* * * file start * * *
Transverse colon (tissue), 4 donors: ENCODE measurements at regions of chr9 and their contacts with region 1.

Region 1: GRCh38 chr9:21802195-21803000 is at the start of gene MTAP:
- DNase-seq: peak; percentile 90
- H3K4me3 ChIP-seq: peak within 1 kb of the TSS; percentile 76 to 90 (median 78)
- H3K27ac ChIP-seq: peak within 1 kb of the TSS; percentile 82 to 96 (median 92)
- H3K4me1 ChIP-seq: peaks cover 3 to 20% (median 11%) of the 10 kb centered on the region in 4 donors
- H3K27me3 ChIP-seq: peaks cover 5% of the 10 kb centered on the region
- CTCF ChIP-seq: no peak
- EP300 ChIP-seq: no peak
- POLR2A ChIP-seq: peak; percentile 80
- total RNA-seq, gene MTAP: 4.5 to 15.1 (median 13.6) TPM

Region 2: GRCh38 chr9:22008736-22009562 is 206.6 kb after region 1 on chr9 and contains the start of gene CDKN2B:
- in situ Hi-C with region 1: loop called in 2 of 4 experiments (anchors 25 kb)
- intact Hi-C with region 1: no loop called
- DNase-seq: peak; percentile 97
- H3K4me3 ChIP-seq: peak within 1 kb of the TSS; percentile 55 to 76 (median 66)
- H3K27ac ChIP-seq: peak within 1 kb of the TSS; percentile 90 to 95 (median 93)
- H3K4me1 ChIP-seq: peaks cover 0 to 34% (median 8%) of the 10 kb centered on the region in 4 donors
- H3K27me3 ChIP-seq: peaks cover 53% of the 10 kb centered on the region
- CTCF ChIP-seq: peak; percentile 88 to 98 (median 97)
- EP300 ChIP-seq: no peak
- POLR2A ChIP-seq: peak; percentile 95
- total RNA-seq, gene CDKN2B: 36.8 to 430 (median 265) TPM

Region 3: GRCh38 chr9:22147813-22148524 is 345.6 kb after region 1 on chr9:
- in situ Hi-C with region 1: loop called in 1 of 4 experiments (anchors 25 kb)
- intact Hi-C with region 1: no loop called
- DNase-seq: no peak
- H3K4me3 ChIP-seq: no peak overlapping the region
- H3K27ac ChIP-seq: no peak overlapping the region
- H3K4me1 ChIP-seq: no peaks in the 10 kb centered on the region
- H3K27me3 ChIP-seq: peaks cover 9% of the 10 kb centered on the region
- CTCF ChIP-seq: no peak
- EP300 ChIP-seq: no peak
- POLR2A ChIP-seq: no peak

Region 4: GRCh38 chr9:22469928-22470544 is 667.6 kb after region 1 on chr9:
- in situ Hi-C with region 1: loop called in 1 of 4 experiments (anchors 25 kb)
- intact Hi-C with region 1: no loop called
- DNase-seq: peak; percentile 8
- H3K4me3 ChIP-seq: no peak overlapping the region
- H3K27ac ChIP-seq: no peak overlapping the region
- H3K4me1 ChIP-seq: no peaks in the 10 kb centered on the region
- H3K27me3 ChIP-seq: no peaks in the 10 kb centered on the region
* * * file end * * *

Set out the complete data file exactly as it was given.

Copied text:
Transverse colon (tissue), 4 donors: ENCODE measurements at regions of chr9 and their contacts with region 1.

Region 1: GRCh38 chr9:21802195-21803000 is at the start of gene MTAP:
- DNase-seq: peak; percentile 90
- H3K4me3 ChIP-seq: peak within 1 kb of the TSS; percentile 76 to 90 (median 78)
- H3K27ac ChIP-seq: peak within 1 kb of the TSS; percentile 82 to 96 (median 92)
- H3K4me1 ChIP-seq: peaks cover 3 to 20% (median 11%) of the 10 kb centered on the region in 4 donors
- H3K27me3 ChIP-seq: peaks cover 5% of the 10 kb centered on the region
- CTCF ChIP-seq: no peak
- EP300 ChIP-seq: no peak
- POLR2A ChIP-seq: peak; percentile 80
- total RNA-seq, gene MTAP: 4.5 to 15.1 (median 13.6) TPM

Region 2: GRCh38 chr9:22008736-22009562 is 206.6 kb after region 1 on chr9 and contains the start of gene CDKN2B:
- in situ Hi-C with region 1: loop called in 2 of 4 experiments (anchors 25 kb)
- intact Hi-C with region 1: no loop called
- DNase-seq: peak; percentile 97
- H3K4me3 ChIP-seq: peak within 1 kb of the TSS; percentile 55 to 76 (median 66)
- H3K27ac ChIP-seq: peak within 1 kb of the TSS; percentile 90 to 95 (median 93)
- H3K4me1 ChIP-seq: peaks cover 0 to 34% (median 8%) of the 10 kb centered on the region in 4 donors
- H3K27me3 ChIP-seq: peaks cover 53% of the 10 kb centered on the region
- CTCF ChIP-seq: peak; percentile 88 to 98 (median 97)
- EP300 ChIP-seq: no peak
- POLR2A ChIP-seq: peak; percentile 95
- total RNA-seq, gene CDKN2B: 36.8 to 430 (median 265) TPM

Region 3: GRCh38 chr9:22147813-22148524 is 345.6 kb after region 1 on chr9:
- in situ Hi-C with region 1: loop called in 1 of 4 experiments (anchors 25 kb)
- intact Hi-C with region 1: no loop called
- DNase-seq: no peak
- H3K4me3 ChIP-seq: no peak overlapping the region
- H3K27ac ChIP-seq: no peak overlapping the region
- H3K4me1 ChIP-seq: no peaks in the 10 kb centered on the region
- H3K27me3 ChIP-seq: peaks cover 9% of the 10 kb centered on the region
- CTCF ChIP-seq: no peak
- EP300 ChIP-seq: no peak
- POLR2A ChIP-seq: no peak

Region 4: GRCh38 chr9:22469928-22470544 is 667.6 kb after region 1 on chr9:
- in situ Hi-C with region 1: loop called in 1 of 4 experiments (anchors 25 kb)
- intact Hi-C with region 1: no loop called
- DNase-seq: peak; percentile 8
- H3K4me3 ChIP-seq: no peak overlapping the region
- H3K27ac ChIP-seq: no peak overlapping the region
- H3K4me1 ChIP-seq: no peaks in the 10 kb centered on the region
- H3K27me3 ChIP-seq: no peaks in the 10 kb centered on the region